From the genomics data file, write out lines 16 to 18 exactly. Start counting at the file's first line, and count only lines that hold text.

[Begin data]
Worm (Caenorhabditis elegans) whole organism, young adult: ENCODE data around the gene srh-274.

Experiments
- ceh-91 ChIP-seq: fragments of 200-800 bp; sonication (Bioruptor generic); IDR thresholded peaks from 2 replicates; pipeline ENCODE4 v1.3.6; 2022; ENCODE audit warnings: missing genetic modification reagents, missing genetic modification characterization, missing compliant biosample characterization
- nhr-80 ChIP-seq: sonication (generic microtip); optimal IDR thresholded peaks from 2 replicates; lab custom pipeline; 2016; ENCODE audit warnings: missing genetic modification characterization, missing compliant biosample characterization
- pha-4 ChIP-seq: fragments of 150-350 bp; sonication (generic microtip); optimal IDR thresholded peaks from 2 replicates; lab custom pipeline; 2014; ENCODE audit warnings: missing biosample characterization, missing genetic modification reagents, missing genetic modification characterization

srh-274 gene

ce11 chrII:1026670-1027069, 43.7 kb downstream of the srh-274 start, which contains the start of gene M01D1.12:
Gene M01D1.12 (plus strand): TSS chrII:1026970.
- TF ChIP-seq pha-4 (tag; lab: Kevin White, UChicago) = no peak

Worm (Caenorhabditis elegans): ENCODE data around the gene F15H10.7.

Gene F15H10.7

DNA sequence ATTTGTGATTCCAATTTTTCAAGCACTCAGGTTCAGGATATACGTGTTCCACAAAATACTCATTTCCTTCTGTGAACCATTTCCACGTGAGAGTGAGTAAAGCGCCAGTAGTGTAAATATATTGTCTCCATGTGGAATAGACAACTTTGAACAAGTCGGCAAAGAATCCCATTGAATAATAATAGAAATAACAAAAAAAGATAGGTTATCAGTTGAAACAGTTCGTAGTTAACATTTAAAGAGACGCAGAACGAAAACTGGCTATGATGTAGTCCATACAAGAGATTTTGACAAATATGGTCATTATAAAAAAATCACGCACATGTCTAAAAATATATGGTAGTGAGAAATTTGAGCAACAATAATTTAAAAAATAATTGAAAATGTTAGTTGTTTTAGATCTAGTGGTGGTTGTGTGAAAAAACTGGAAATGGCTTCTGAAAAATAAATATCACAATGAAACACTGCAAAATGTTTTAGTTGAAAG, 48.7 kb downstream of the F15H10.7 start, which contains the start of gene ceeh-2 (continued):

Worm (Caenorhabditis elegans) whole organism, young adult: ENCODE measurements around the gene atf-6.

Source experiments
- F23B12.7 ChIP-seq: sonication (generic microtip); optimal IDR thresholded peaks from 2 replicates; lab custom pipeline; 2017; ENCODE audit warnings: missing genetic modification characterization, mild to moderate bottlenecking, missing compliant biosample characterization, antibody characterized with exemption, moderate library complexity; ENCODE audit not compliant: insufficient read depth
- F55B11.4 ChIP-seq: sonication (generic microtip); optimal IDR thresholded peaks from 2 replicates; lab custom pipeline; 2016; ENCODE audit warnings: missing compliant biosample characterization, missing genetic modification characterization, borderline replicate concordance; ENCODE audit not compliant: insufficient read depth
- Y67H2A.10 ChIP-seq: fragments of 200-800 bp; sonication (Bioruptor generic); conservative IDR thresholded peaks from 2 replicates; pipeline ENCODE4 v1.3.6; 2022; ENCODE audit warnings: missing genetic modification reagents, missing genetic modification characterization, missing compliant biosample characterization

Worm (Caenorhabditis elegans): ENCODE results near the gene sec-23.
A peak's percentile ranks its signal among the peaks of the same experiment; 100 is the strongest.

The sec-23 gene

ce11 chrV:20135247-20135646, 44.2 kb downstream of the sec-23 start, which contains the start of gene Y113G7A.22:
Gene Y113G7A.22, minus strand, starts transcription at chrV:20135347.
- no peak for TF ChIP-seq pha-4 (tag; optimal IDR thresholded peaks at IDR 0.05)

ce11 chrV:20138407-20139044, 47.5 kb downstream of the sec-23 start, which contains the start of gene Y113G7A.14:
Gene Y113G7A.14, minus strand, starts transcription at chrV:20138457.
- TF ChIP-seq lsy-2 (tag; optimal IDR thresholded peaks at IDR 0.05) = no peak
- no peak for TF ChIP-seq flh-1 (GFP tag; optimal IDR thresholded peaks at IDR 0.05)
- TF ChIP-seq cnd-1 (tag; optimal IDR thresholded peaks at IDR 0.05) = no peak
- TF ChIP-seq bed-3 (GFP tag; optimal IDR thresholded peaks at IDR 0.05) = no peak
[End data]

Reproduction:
- F55B11.4 ChIP-seq: sonication (generic microtip); optimal IDR thresholded peaks from 2 replicates; lab custom pipeline; 2016; ENCODE audit warnings: missing compliant biosample characterization, missing genetic modification characterization, borderline replicate concordance; ENCODE audit not compliant: insufficient read depth
- Y67H2A.10 ChIP-seq: fragments of 200-800 bp; sonication (Bioruptor generic); conservative IDR thresholded peaks from 2 replicates; pipeline ENCODE4 v1.3.6; 2022; ENCODE audit warnings: missing genetic modification reagents, missing genetic modification characterization, missing compliant biosample characterization

Worm (Caenorhabditis elegans): ENCODE results near the gene sec-23.